I want my wife to know how hard I am working this morning.
We are on vacation but it is still a work day for others and I have to put in several hours this morning.
I know Rebecca knows I work hard but I worry that she doesn’t fully appreciate just how hard.
She was with me this morning in the car during several important calls when we went out to get coffee. I think that impressed her but then I dropped her off at the hotel and stayed in the car to work since I didn’t want to wake up the kids. I went back to the room an hour later to let her know there had been several more calls –and even more calls to come after that.
Granted these “calls” don’t involve manual labor or any kind of real physical work, but I want my wife to imagine my conference calls are the equivalent –or harder — than draining physical labor.
I just texted her again to tell her about some emails I am having to respond to and how stressful my morning has been but how I won’t allow any of this to impact our vacation plans today. I hope this will underline for her –and our children — all the sacrifice I make for them and how “I work so hard to support our family.” They love hearing me say that. Not really. But I love saying it. A lot, as a matter of fact.
Rebecca texted back her standard response that she appreciates all I do. And this time even included a smiley face. Which I apprecited.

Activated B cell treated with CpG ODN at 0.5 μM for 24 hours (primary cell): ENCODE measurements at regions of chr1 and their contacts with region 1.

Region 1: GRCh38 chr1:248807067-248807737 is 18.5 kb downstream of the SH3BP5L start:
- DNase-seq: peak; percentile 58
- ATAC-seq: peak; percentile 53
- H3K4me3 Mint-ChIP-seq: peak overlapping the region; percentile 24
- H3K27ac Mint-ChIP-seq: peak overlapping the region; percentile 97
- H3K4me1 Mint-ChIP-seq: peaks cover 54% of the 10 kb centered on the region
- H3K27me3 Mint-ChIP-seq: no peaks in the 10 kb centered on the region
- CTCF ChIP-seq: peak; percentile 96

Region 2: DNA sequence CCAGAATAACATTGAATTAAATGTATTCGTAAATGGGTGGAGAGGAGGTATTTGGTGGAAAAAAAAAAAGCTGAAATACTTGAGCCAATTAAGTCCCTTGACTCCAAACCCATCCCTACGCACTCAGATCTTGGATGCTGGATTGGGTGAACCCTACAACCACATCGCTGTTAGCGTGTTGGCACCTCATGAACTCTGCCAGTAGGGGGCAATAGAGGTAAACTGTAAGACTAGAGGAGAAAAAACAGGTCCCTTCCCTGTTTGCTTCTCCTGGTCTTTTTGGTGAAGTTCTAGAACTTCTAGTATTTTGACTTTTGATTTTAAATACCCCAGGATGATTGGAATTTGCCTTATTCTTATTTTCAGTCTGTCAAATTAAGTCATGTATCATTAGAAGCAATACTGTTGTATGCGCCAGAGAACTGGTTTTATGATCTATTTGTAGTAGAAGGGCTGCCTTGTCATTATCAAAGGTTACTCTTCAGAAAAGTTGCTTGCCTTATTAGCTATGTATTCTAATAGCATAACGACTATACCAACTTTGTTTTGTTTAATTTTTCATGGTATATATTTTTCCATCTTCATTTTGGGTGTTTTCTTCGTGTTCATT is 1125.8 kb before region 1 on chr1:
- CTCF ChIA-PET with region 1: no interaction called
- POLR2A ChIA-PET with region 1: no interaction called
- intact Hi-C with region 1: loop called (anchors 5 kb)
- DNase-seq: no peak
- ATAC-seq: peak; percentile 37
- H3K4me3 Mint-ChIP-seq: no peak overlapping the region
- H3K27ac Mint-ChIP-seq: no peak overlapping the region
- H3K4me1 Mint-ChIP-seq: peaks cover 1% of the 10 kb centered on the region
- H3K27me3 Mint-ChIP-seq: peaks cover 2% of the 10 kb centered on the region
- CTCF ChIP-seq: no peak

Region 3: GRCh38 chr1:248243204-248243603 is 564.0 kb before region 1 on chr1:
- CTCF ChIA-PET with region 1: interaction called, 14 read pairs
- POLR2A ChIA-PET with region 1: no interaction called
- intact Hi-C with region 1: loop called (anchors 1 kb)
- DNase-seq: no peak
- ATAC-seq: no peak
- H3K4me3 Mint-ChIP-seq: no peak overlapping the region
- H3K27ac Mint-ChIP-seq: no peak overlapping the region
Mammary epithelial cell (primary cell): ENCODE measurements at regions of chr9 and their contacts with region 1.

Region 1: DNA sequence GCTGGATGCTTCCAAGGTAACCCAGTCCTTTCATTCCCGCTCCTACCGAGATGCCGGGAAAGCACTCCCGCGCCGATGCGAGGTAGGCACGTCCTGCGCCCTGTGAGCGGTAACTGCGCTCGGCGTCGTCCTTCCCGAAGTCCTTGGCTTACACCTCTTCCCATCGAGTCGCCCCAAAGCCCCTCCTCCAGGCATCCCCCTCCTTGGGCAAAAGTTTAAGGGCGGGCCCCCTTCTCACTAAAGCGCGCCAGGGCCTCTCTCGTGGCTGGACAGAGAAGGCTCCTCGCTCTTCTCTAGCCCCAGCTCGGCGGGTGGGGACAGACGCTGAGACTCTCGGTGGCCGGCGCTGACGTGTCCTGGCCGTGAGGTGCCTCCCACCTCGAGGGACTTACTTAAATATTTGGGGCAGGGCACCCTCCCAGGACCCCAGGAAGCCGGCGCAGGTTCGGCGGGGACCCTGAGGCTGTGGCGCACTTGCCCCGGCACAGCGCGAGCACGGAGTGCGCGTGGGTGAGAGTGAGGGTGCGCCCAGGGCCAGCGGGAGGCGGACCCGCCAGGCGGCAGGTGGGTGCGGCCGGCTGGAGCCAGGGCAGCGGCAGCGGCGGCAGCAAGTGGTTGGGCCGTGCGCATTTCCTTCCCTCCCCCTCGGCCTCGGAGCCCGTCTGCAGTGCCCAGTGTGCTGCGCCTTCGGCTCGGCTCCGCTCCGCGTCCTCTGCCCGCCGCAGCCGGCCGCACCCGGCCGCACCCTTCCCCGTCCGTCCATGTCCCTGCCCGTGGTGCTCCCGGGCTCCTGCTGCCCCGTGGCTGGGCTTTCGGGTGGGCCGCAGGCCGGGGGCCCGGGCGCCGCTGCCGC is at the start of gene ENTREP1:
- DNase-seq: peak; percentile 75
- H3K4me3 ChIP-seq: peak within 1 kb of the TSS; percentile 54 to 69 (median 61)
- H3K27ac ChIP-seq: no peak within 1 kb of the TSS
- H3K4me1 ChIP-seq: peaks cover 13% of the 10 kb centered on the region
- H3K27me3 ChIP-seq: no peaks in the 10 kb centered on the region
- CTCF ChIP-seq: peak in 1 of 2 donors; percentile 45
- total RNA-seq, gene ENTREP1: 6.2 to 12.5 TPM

The text has a picture of Rebecca’s healthy face but is a washed-out or white generic emoji to emphasize how drained I must feel.
I thought about texting Rebecca that I might be having some mild chest pains right now to emphasize for her how hard I am working and hopefully get more than a smiley face on her next text back. But since I am not having chest pains and am actually in a well air conditioned Starbucks enjoying coffee while doing my laborious “emails,” I am not going to do that right now.
But I am going to post on Facebook about how hard I am working this morning and how much I do for our family and tag her.
And then text her and ask her to have to kids read my Facebook post about how hard my day has been so far — and how I hope they appreciate it.
I am not asking them to praise me or tell me how grateful they are for me and all I do or to maybe tell me that I am a totally amazing husband and father. Although any of those things would be nice. All I am really asking is that they at least acknowledge my efforts in some small but significant way. Just “liking” this post would let me know my message is getting through loud and clear. Or at least vaguely and inadequately. Which is enough for my over-sized and needy male ego this morning.
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